I walked in the kitchen and the lights were on.  Then, I heard , "Mom, is that you?" and saw my boys walking up the stairs from the basement.  "We waited up for you just to make sure you were good, " they said, and sat and talked to me for about an hour.  I went to bed with a peaceful and full heart.  It had been a wonderfully holy and difficult Christmas eve.  It had also been a blessing and honor to be part of such a intimate and special time with this family.  And then, to come home to a family of my own who understands my work, honors it and cares for me.

Life is such a difficult, messy and heartbreaking  journey.  But, it's also such a rich and holy journey with such intense love and loss that it makes you want to cherish every moment there is.

Tonight, I say...love your loves, tell them so, kiss them and feel the softness of the kiss. Then you know that when you can do that, you have felt the true meaning of Christmas...and life. 

Merry Christmas,
We'll tawk tomorrow,
I love you,
Terry

Wednesday, December 23, 2015

The eve before the Eve...

Some days this job of mine makes me swallow hard and choke back emotion.  Today was one of those days.  Not because I can't do it anymore but because there are just some stories that hit so close to home that you can put yourself in the shoes of the person instead of staying the safe distance to walk with the family.

My day started with a visit to check on the family and comfort the patient...change the sheets, wash the patient up and make sure the medications are on target.  I spent a nice hour in her room making her comfortable and doing the things I love about nursing.  When I was finished, she had a peaceful look on her face and fell gently to sleep.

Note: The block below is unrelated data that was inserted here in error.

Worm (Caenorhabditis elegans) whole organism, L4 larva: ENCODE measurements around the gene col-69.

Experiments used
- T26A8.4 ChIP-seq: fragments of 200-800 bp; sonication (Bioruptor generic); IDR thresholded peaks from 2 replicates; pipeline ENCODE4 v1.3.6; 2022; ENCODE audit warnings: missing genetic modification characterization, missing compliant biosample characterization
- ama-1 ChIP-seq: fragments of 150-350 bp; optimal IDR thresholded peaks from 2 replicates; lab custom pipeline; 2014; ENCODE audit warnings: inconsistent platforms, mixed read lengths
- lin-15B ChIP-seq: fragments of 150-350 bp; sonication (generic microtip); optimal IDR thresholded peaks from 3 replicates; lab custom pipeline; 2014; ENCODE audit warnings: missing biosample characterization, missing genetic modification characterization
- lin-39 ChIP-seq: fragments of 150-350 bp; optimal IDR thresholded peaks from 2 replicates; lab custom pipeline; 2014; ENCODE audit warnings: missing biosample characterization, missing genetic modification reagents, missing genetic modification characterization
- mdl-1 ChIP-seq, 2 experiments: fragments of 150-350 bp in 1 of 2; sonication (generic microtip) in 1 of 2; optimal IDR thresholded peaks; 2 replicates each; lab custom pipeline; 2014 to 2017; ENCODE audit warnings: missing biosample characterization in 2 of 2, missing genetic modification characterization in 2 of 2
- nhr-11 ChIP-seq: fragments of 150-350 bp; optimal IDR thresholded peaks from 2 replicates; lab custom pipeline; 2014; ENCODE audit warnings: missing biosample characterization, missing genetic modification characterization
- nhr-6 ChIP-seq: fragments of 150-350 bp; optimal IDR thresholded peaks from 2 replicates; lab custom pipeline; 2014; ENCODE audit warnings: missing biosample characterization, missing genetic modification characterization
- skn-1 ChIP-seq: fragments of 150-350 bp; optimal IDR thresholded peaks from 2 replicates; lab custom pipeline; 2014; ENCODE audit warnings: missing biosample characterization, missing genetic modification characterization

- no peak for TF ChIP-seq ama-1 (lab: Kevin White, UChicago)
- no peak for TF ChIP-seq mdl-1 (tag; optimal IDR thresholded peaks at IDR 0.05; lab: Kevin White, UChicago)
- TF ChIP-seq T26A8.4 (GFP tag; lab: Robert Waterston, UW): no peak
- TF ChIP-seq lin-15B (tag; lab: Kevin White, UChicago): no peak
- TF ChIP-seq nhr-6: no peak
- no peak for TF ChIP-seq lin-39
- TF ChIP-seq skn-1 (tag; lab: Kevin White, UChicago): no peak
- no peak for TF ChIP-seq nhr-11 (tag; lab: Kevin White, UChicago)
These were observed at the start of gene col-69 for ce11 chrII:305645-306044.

I called the family into the living room and made them sit down to talk.  I asked them if they had any questions and they began to ask. They asked the hard questions, and sat and listened to the answers without tears.  Finally, the question that I had been waiting for...why am I not crying anymore even though I know I should be?

That is a question that families will sometimes ask and sometimes they will feel too guilty to ask because they think they should be crying more. 

I asked them the story of the illness and what it was like for the last year while she navigated treatment.  They told me how she was diagnosed and she started the first treatment with good results.  "The tumor shrunk to half it's size" and they were flying high hoping for the best.  They moved on with life and began the new normal of someone living with cancer.  Three months later, the patient went in for a scan and the cancer was back...and the tears came.  They rallied and she had another  round of treatment and that was difficult but they were ready for the fight and stayed in it with her.  Sadly, when the scans were done, they showed a progression of the cancer as well.  The tears came again with the thought that they weren't winning the fight.  She did everything right and when an experimental chemo came along, she jumped in with full faith that this was going to be the thing that gave her more time with her family.  That treatment took a toll on her and it was clear to the family members that it wasn't working...and that's when the tears came at night on the pillows so as to be totally positive during the day.  And now, while we wait for the angels to come, the tears have run dry...and they feel guilty because as they care for her and watch her sleep, they are hollow.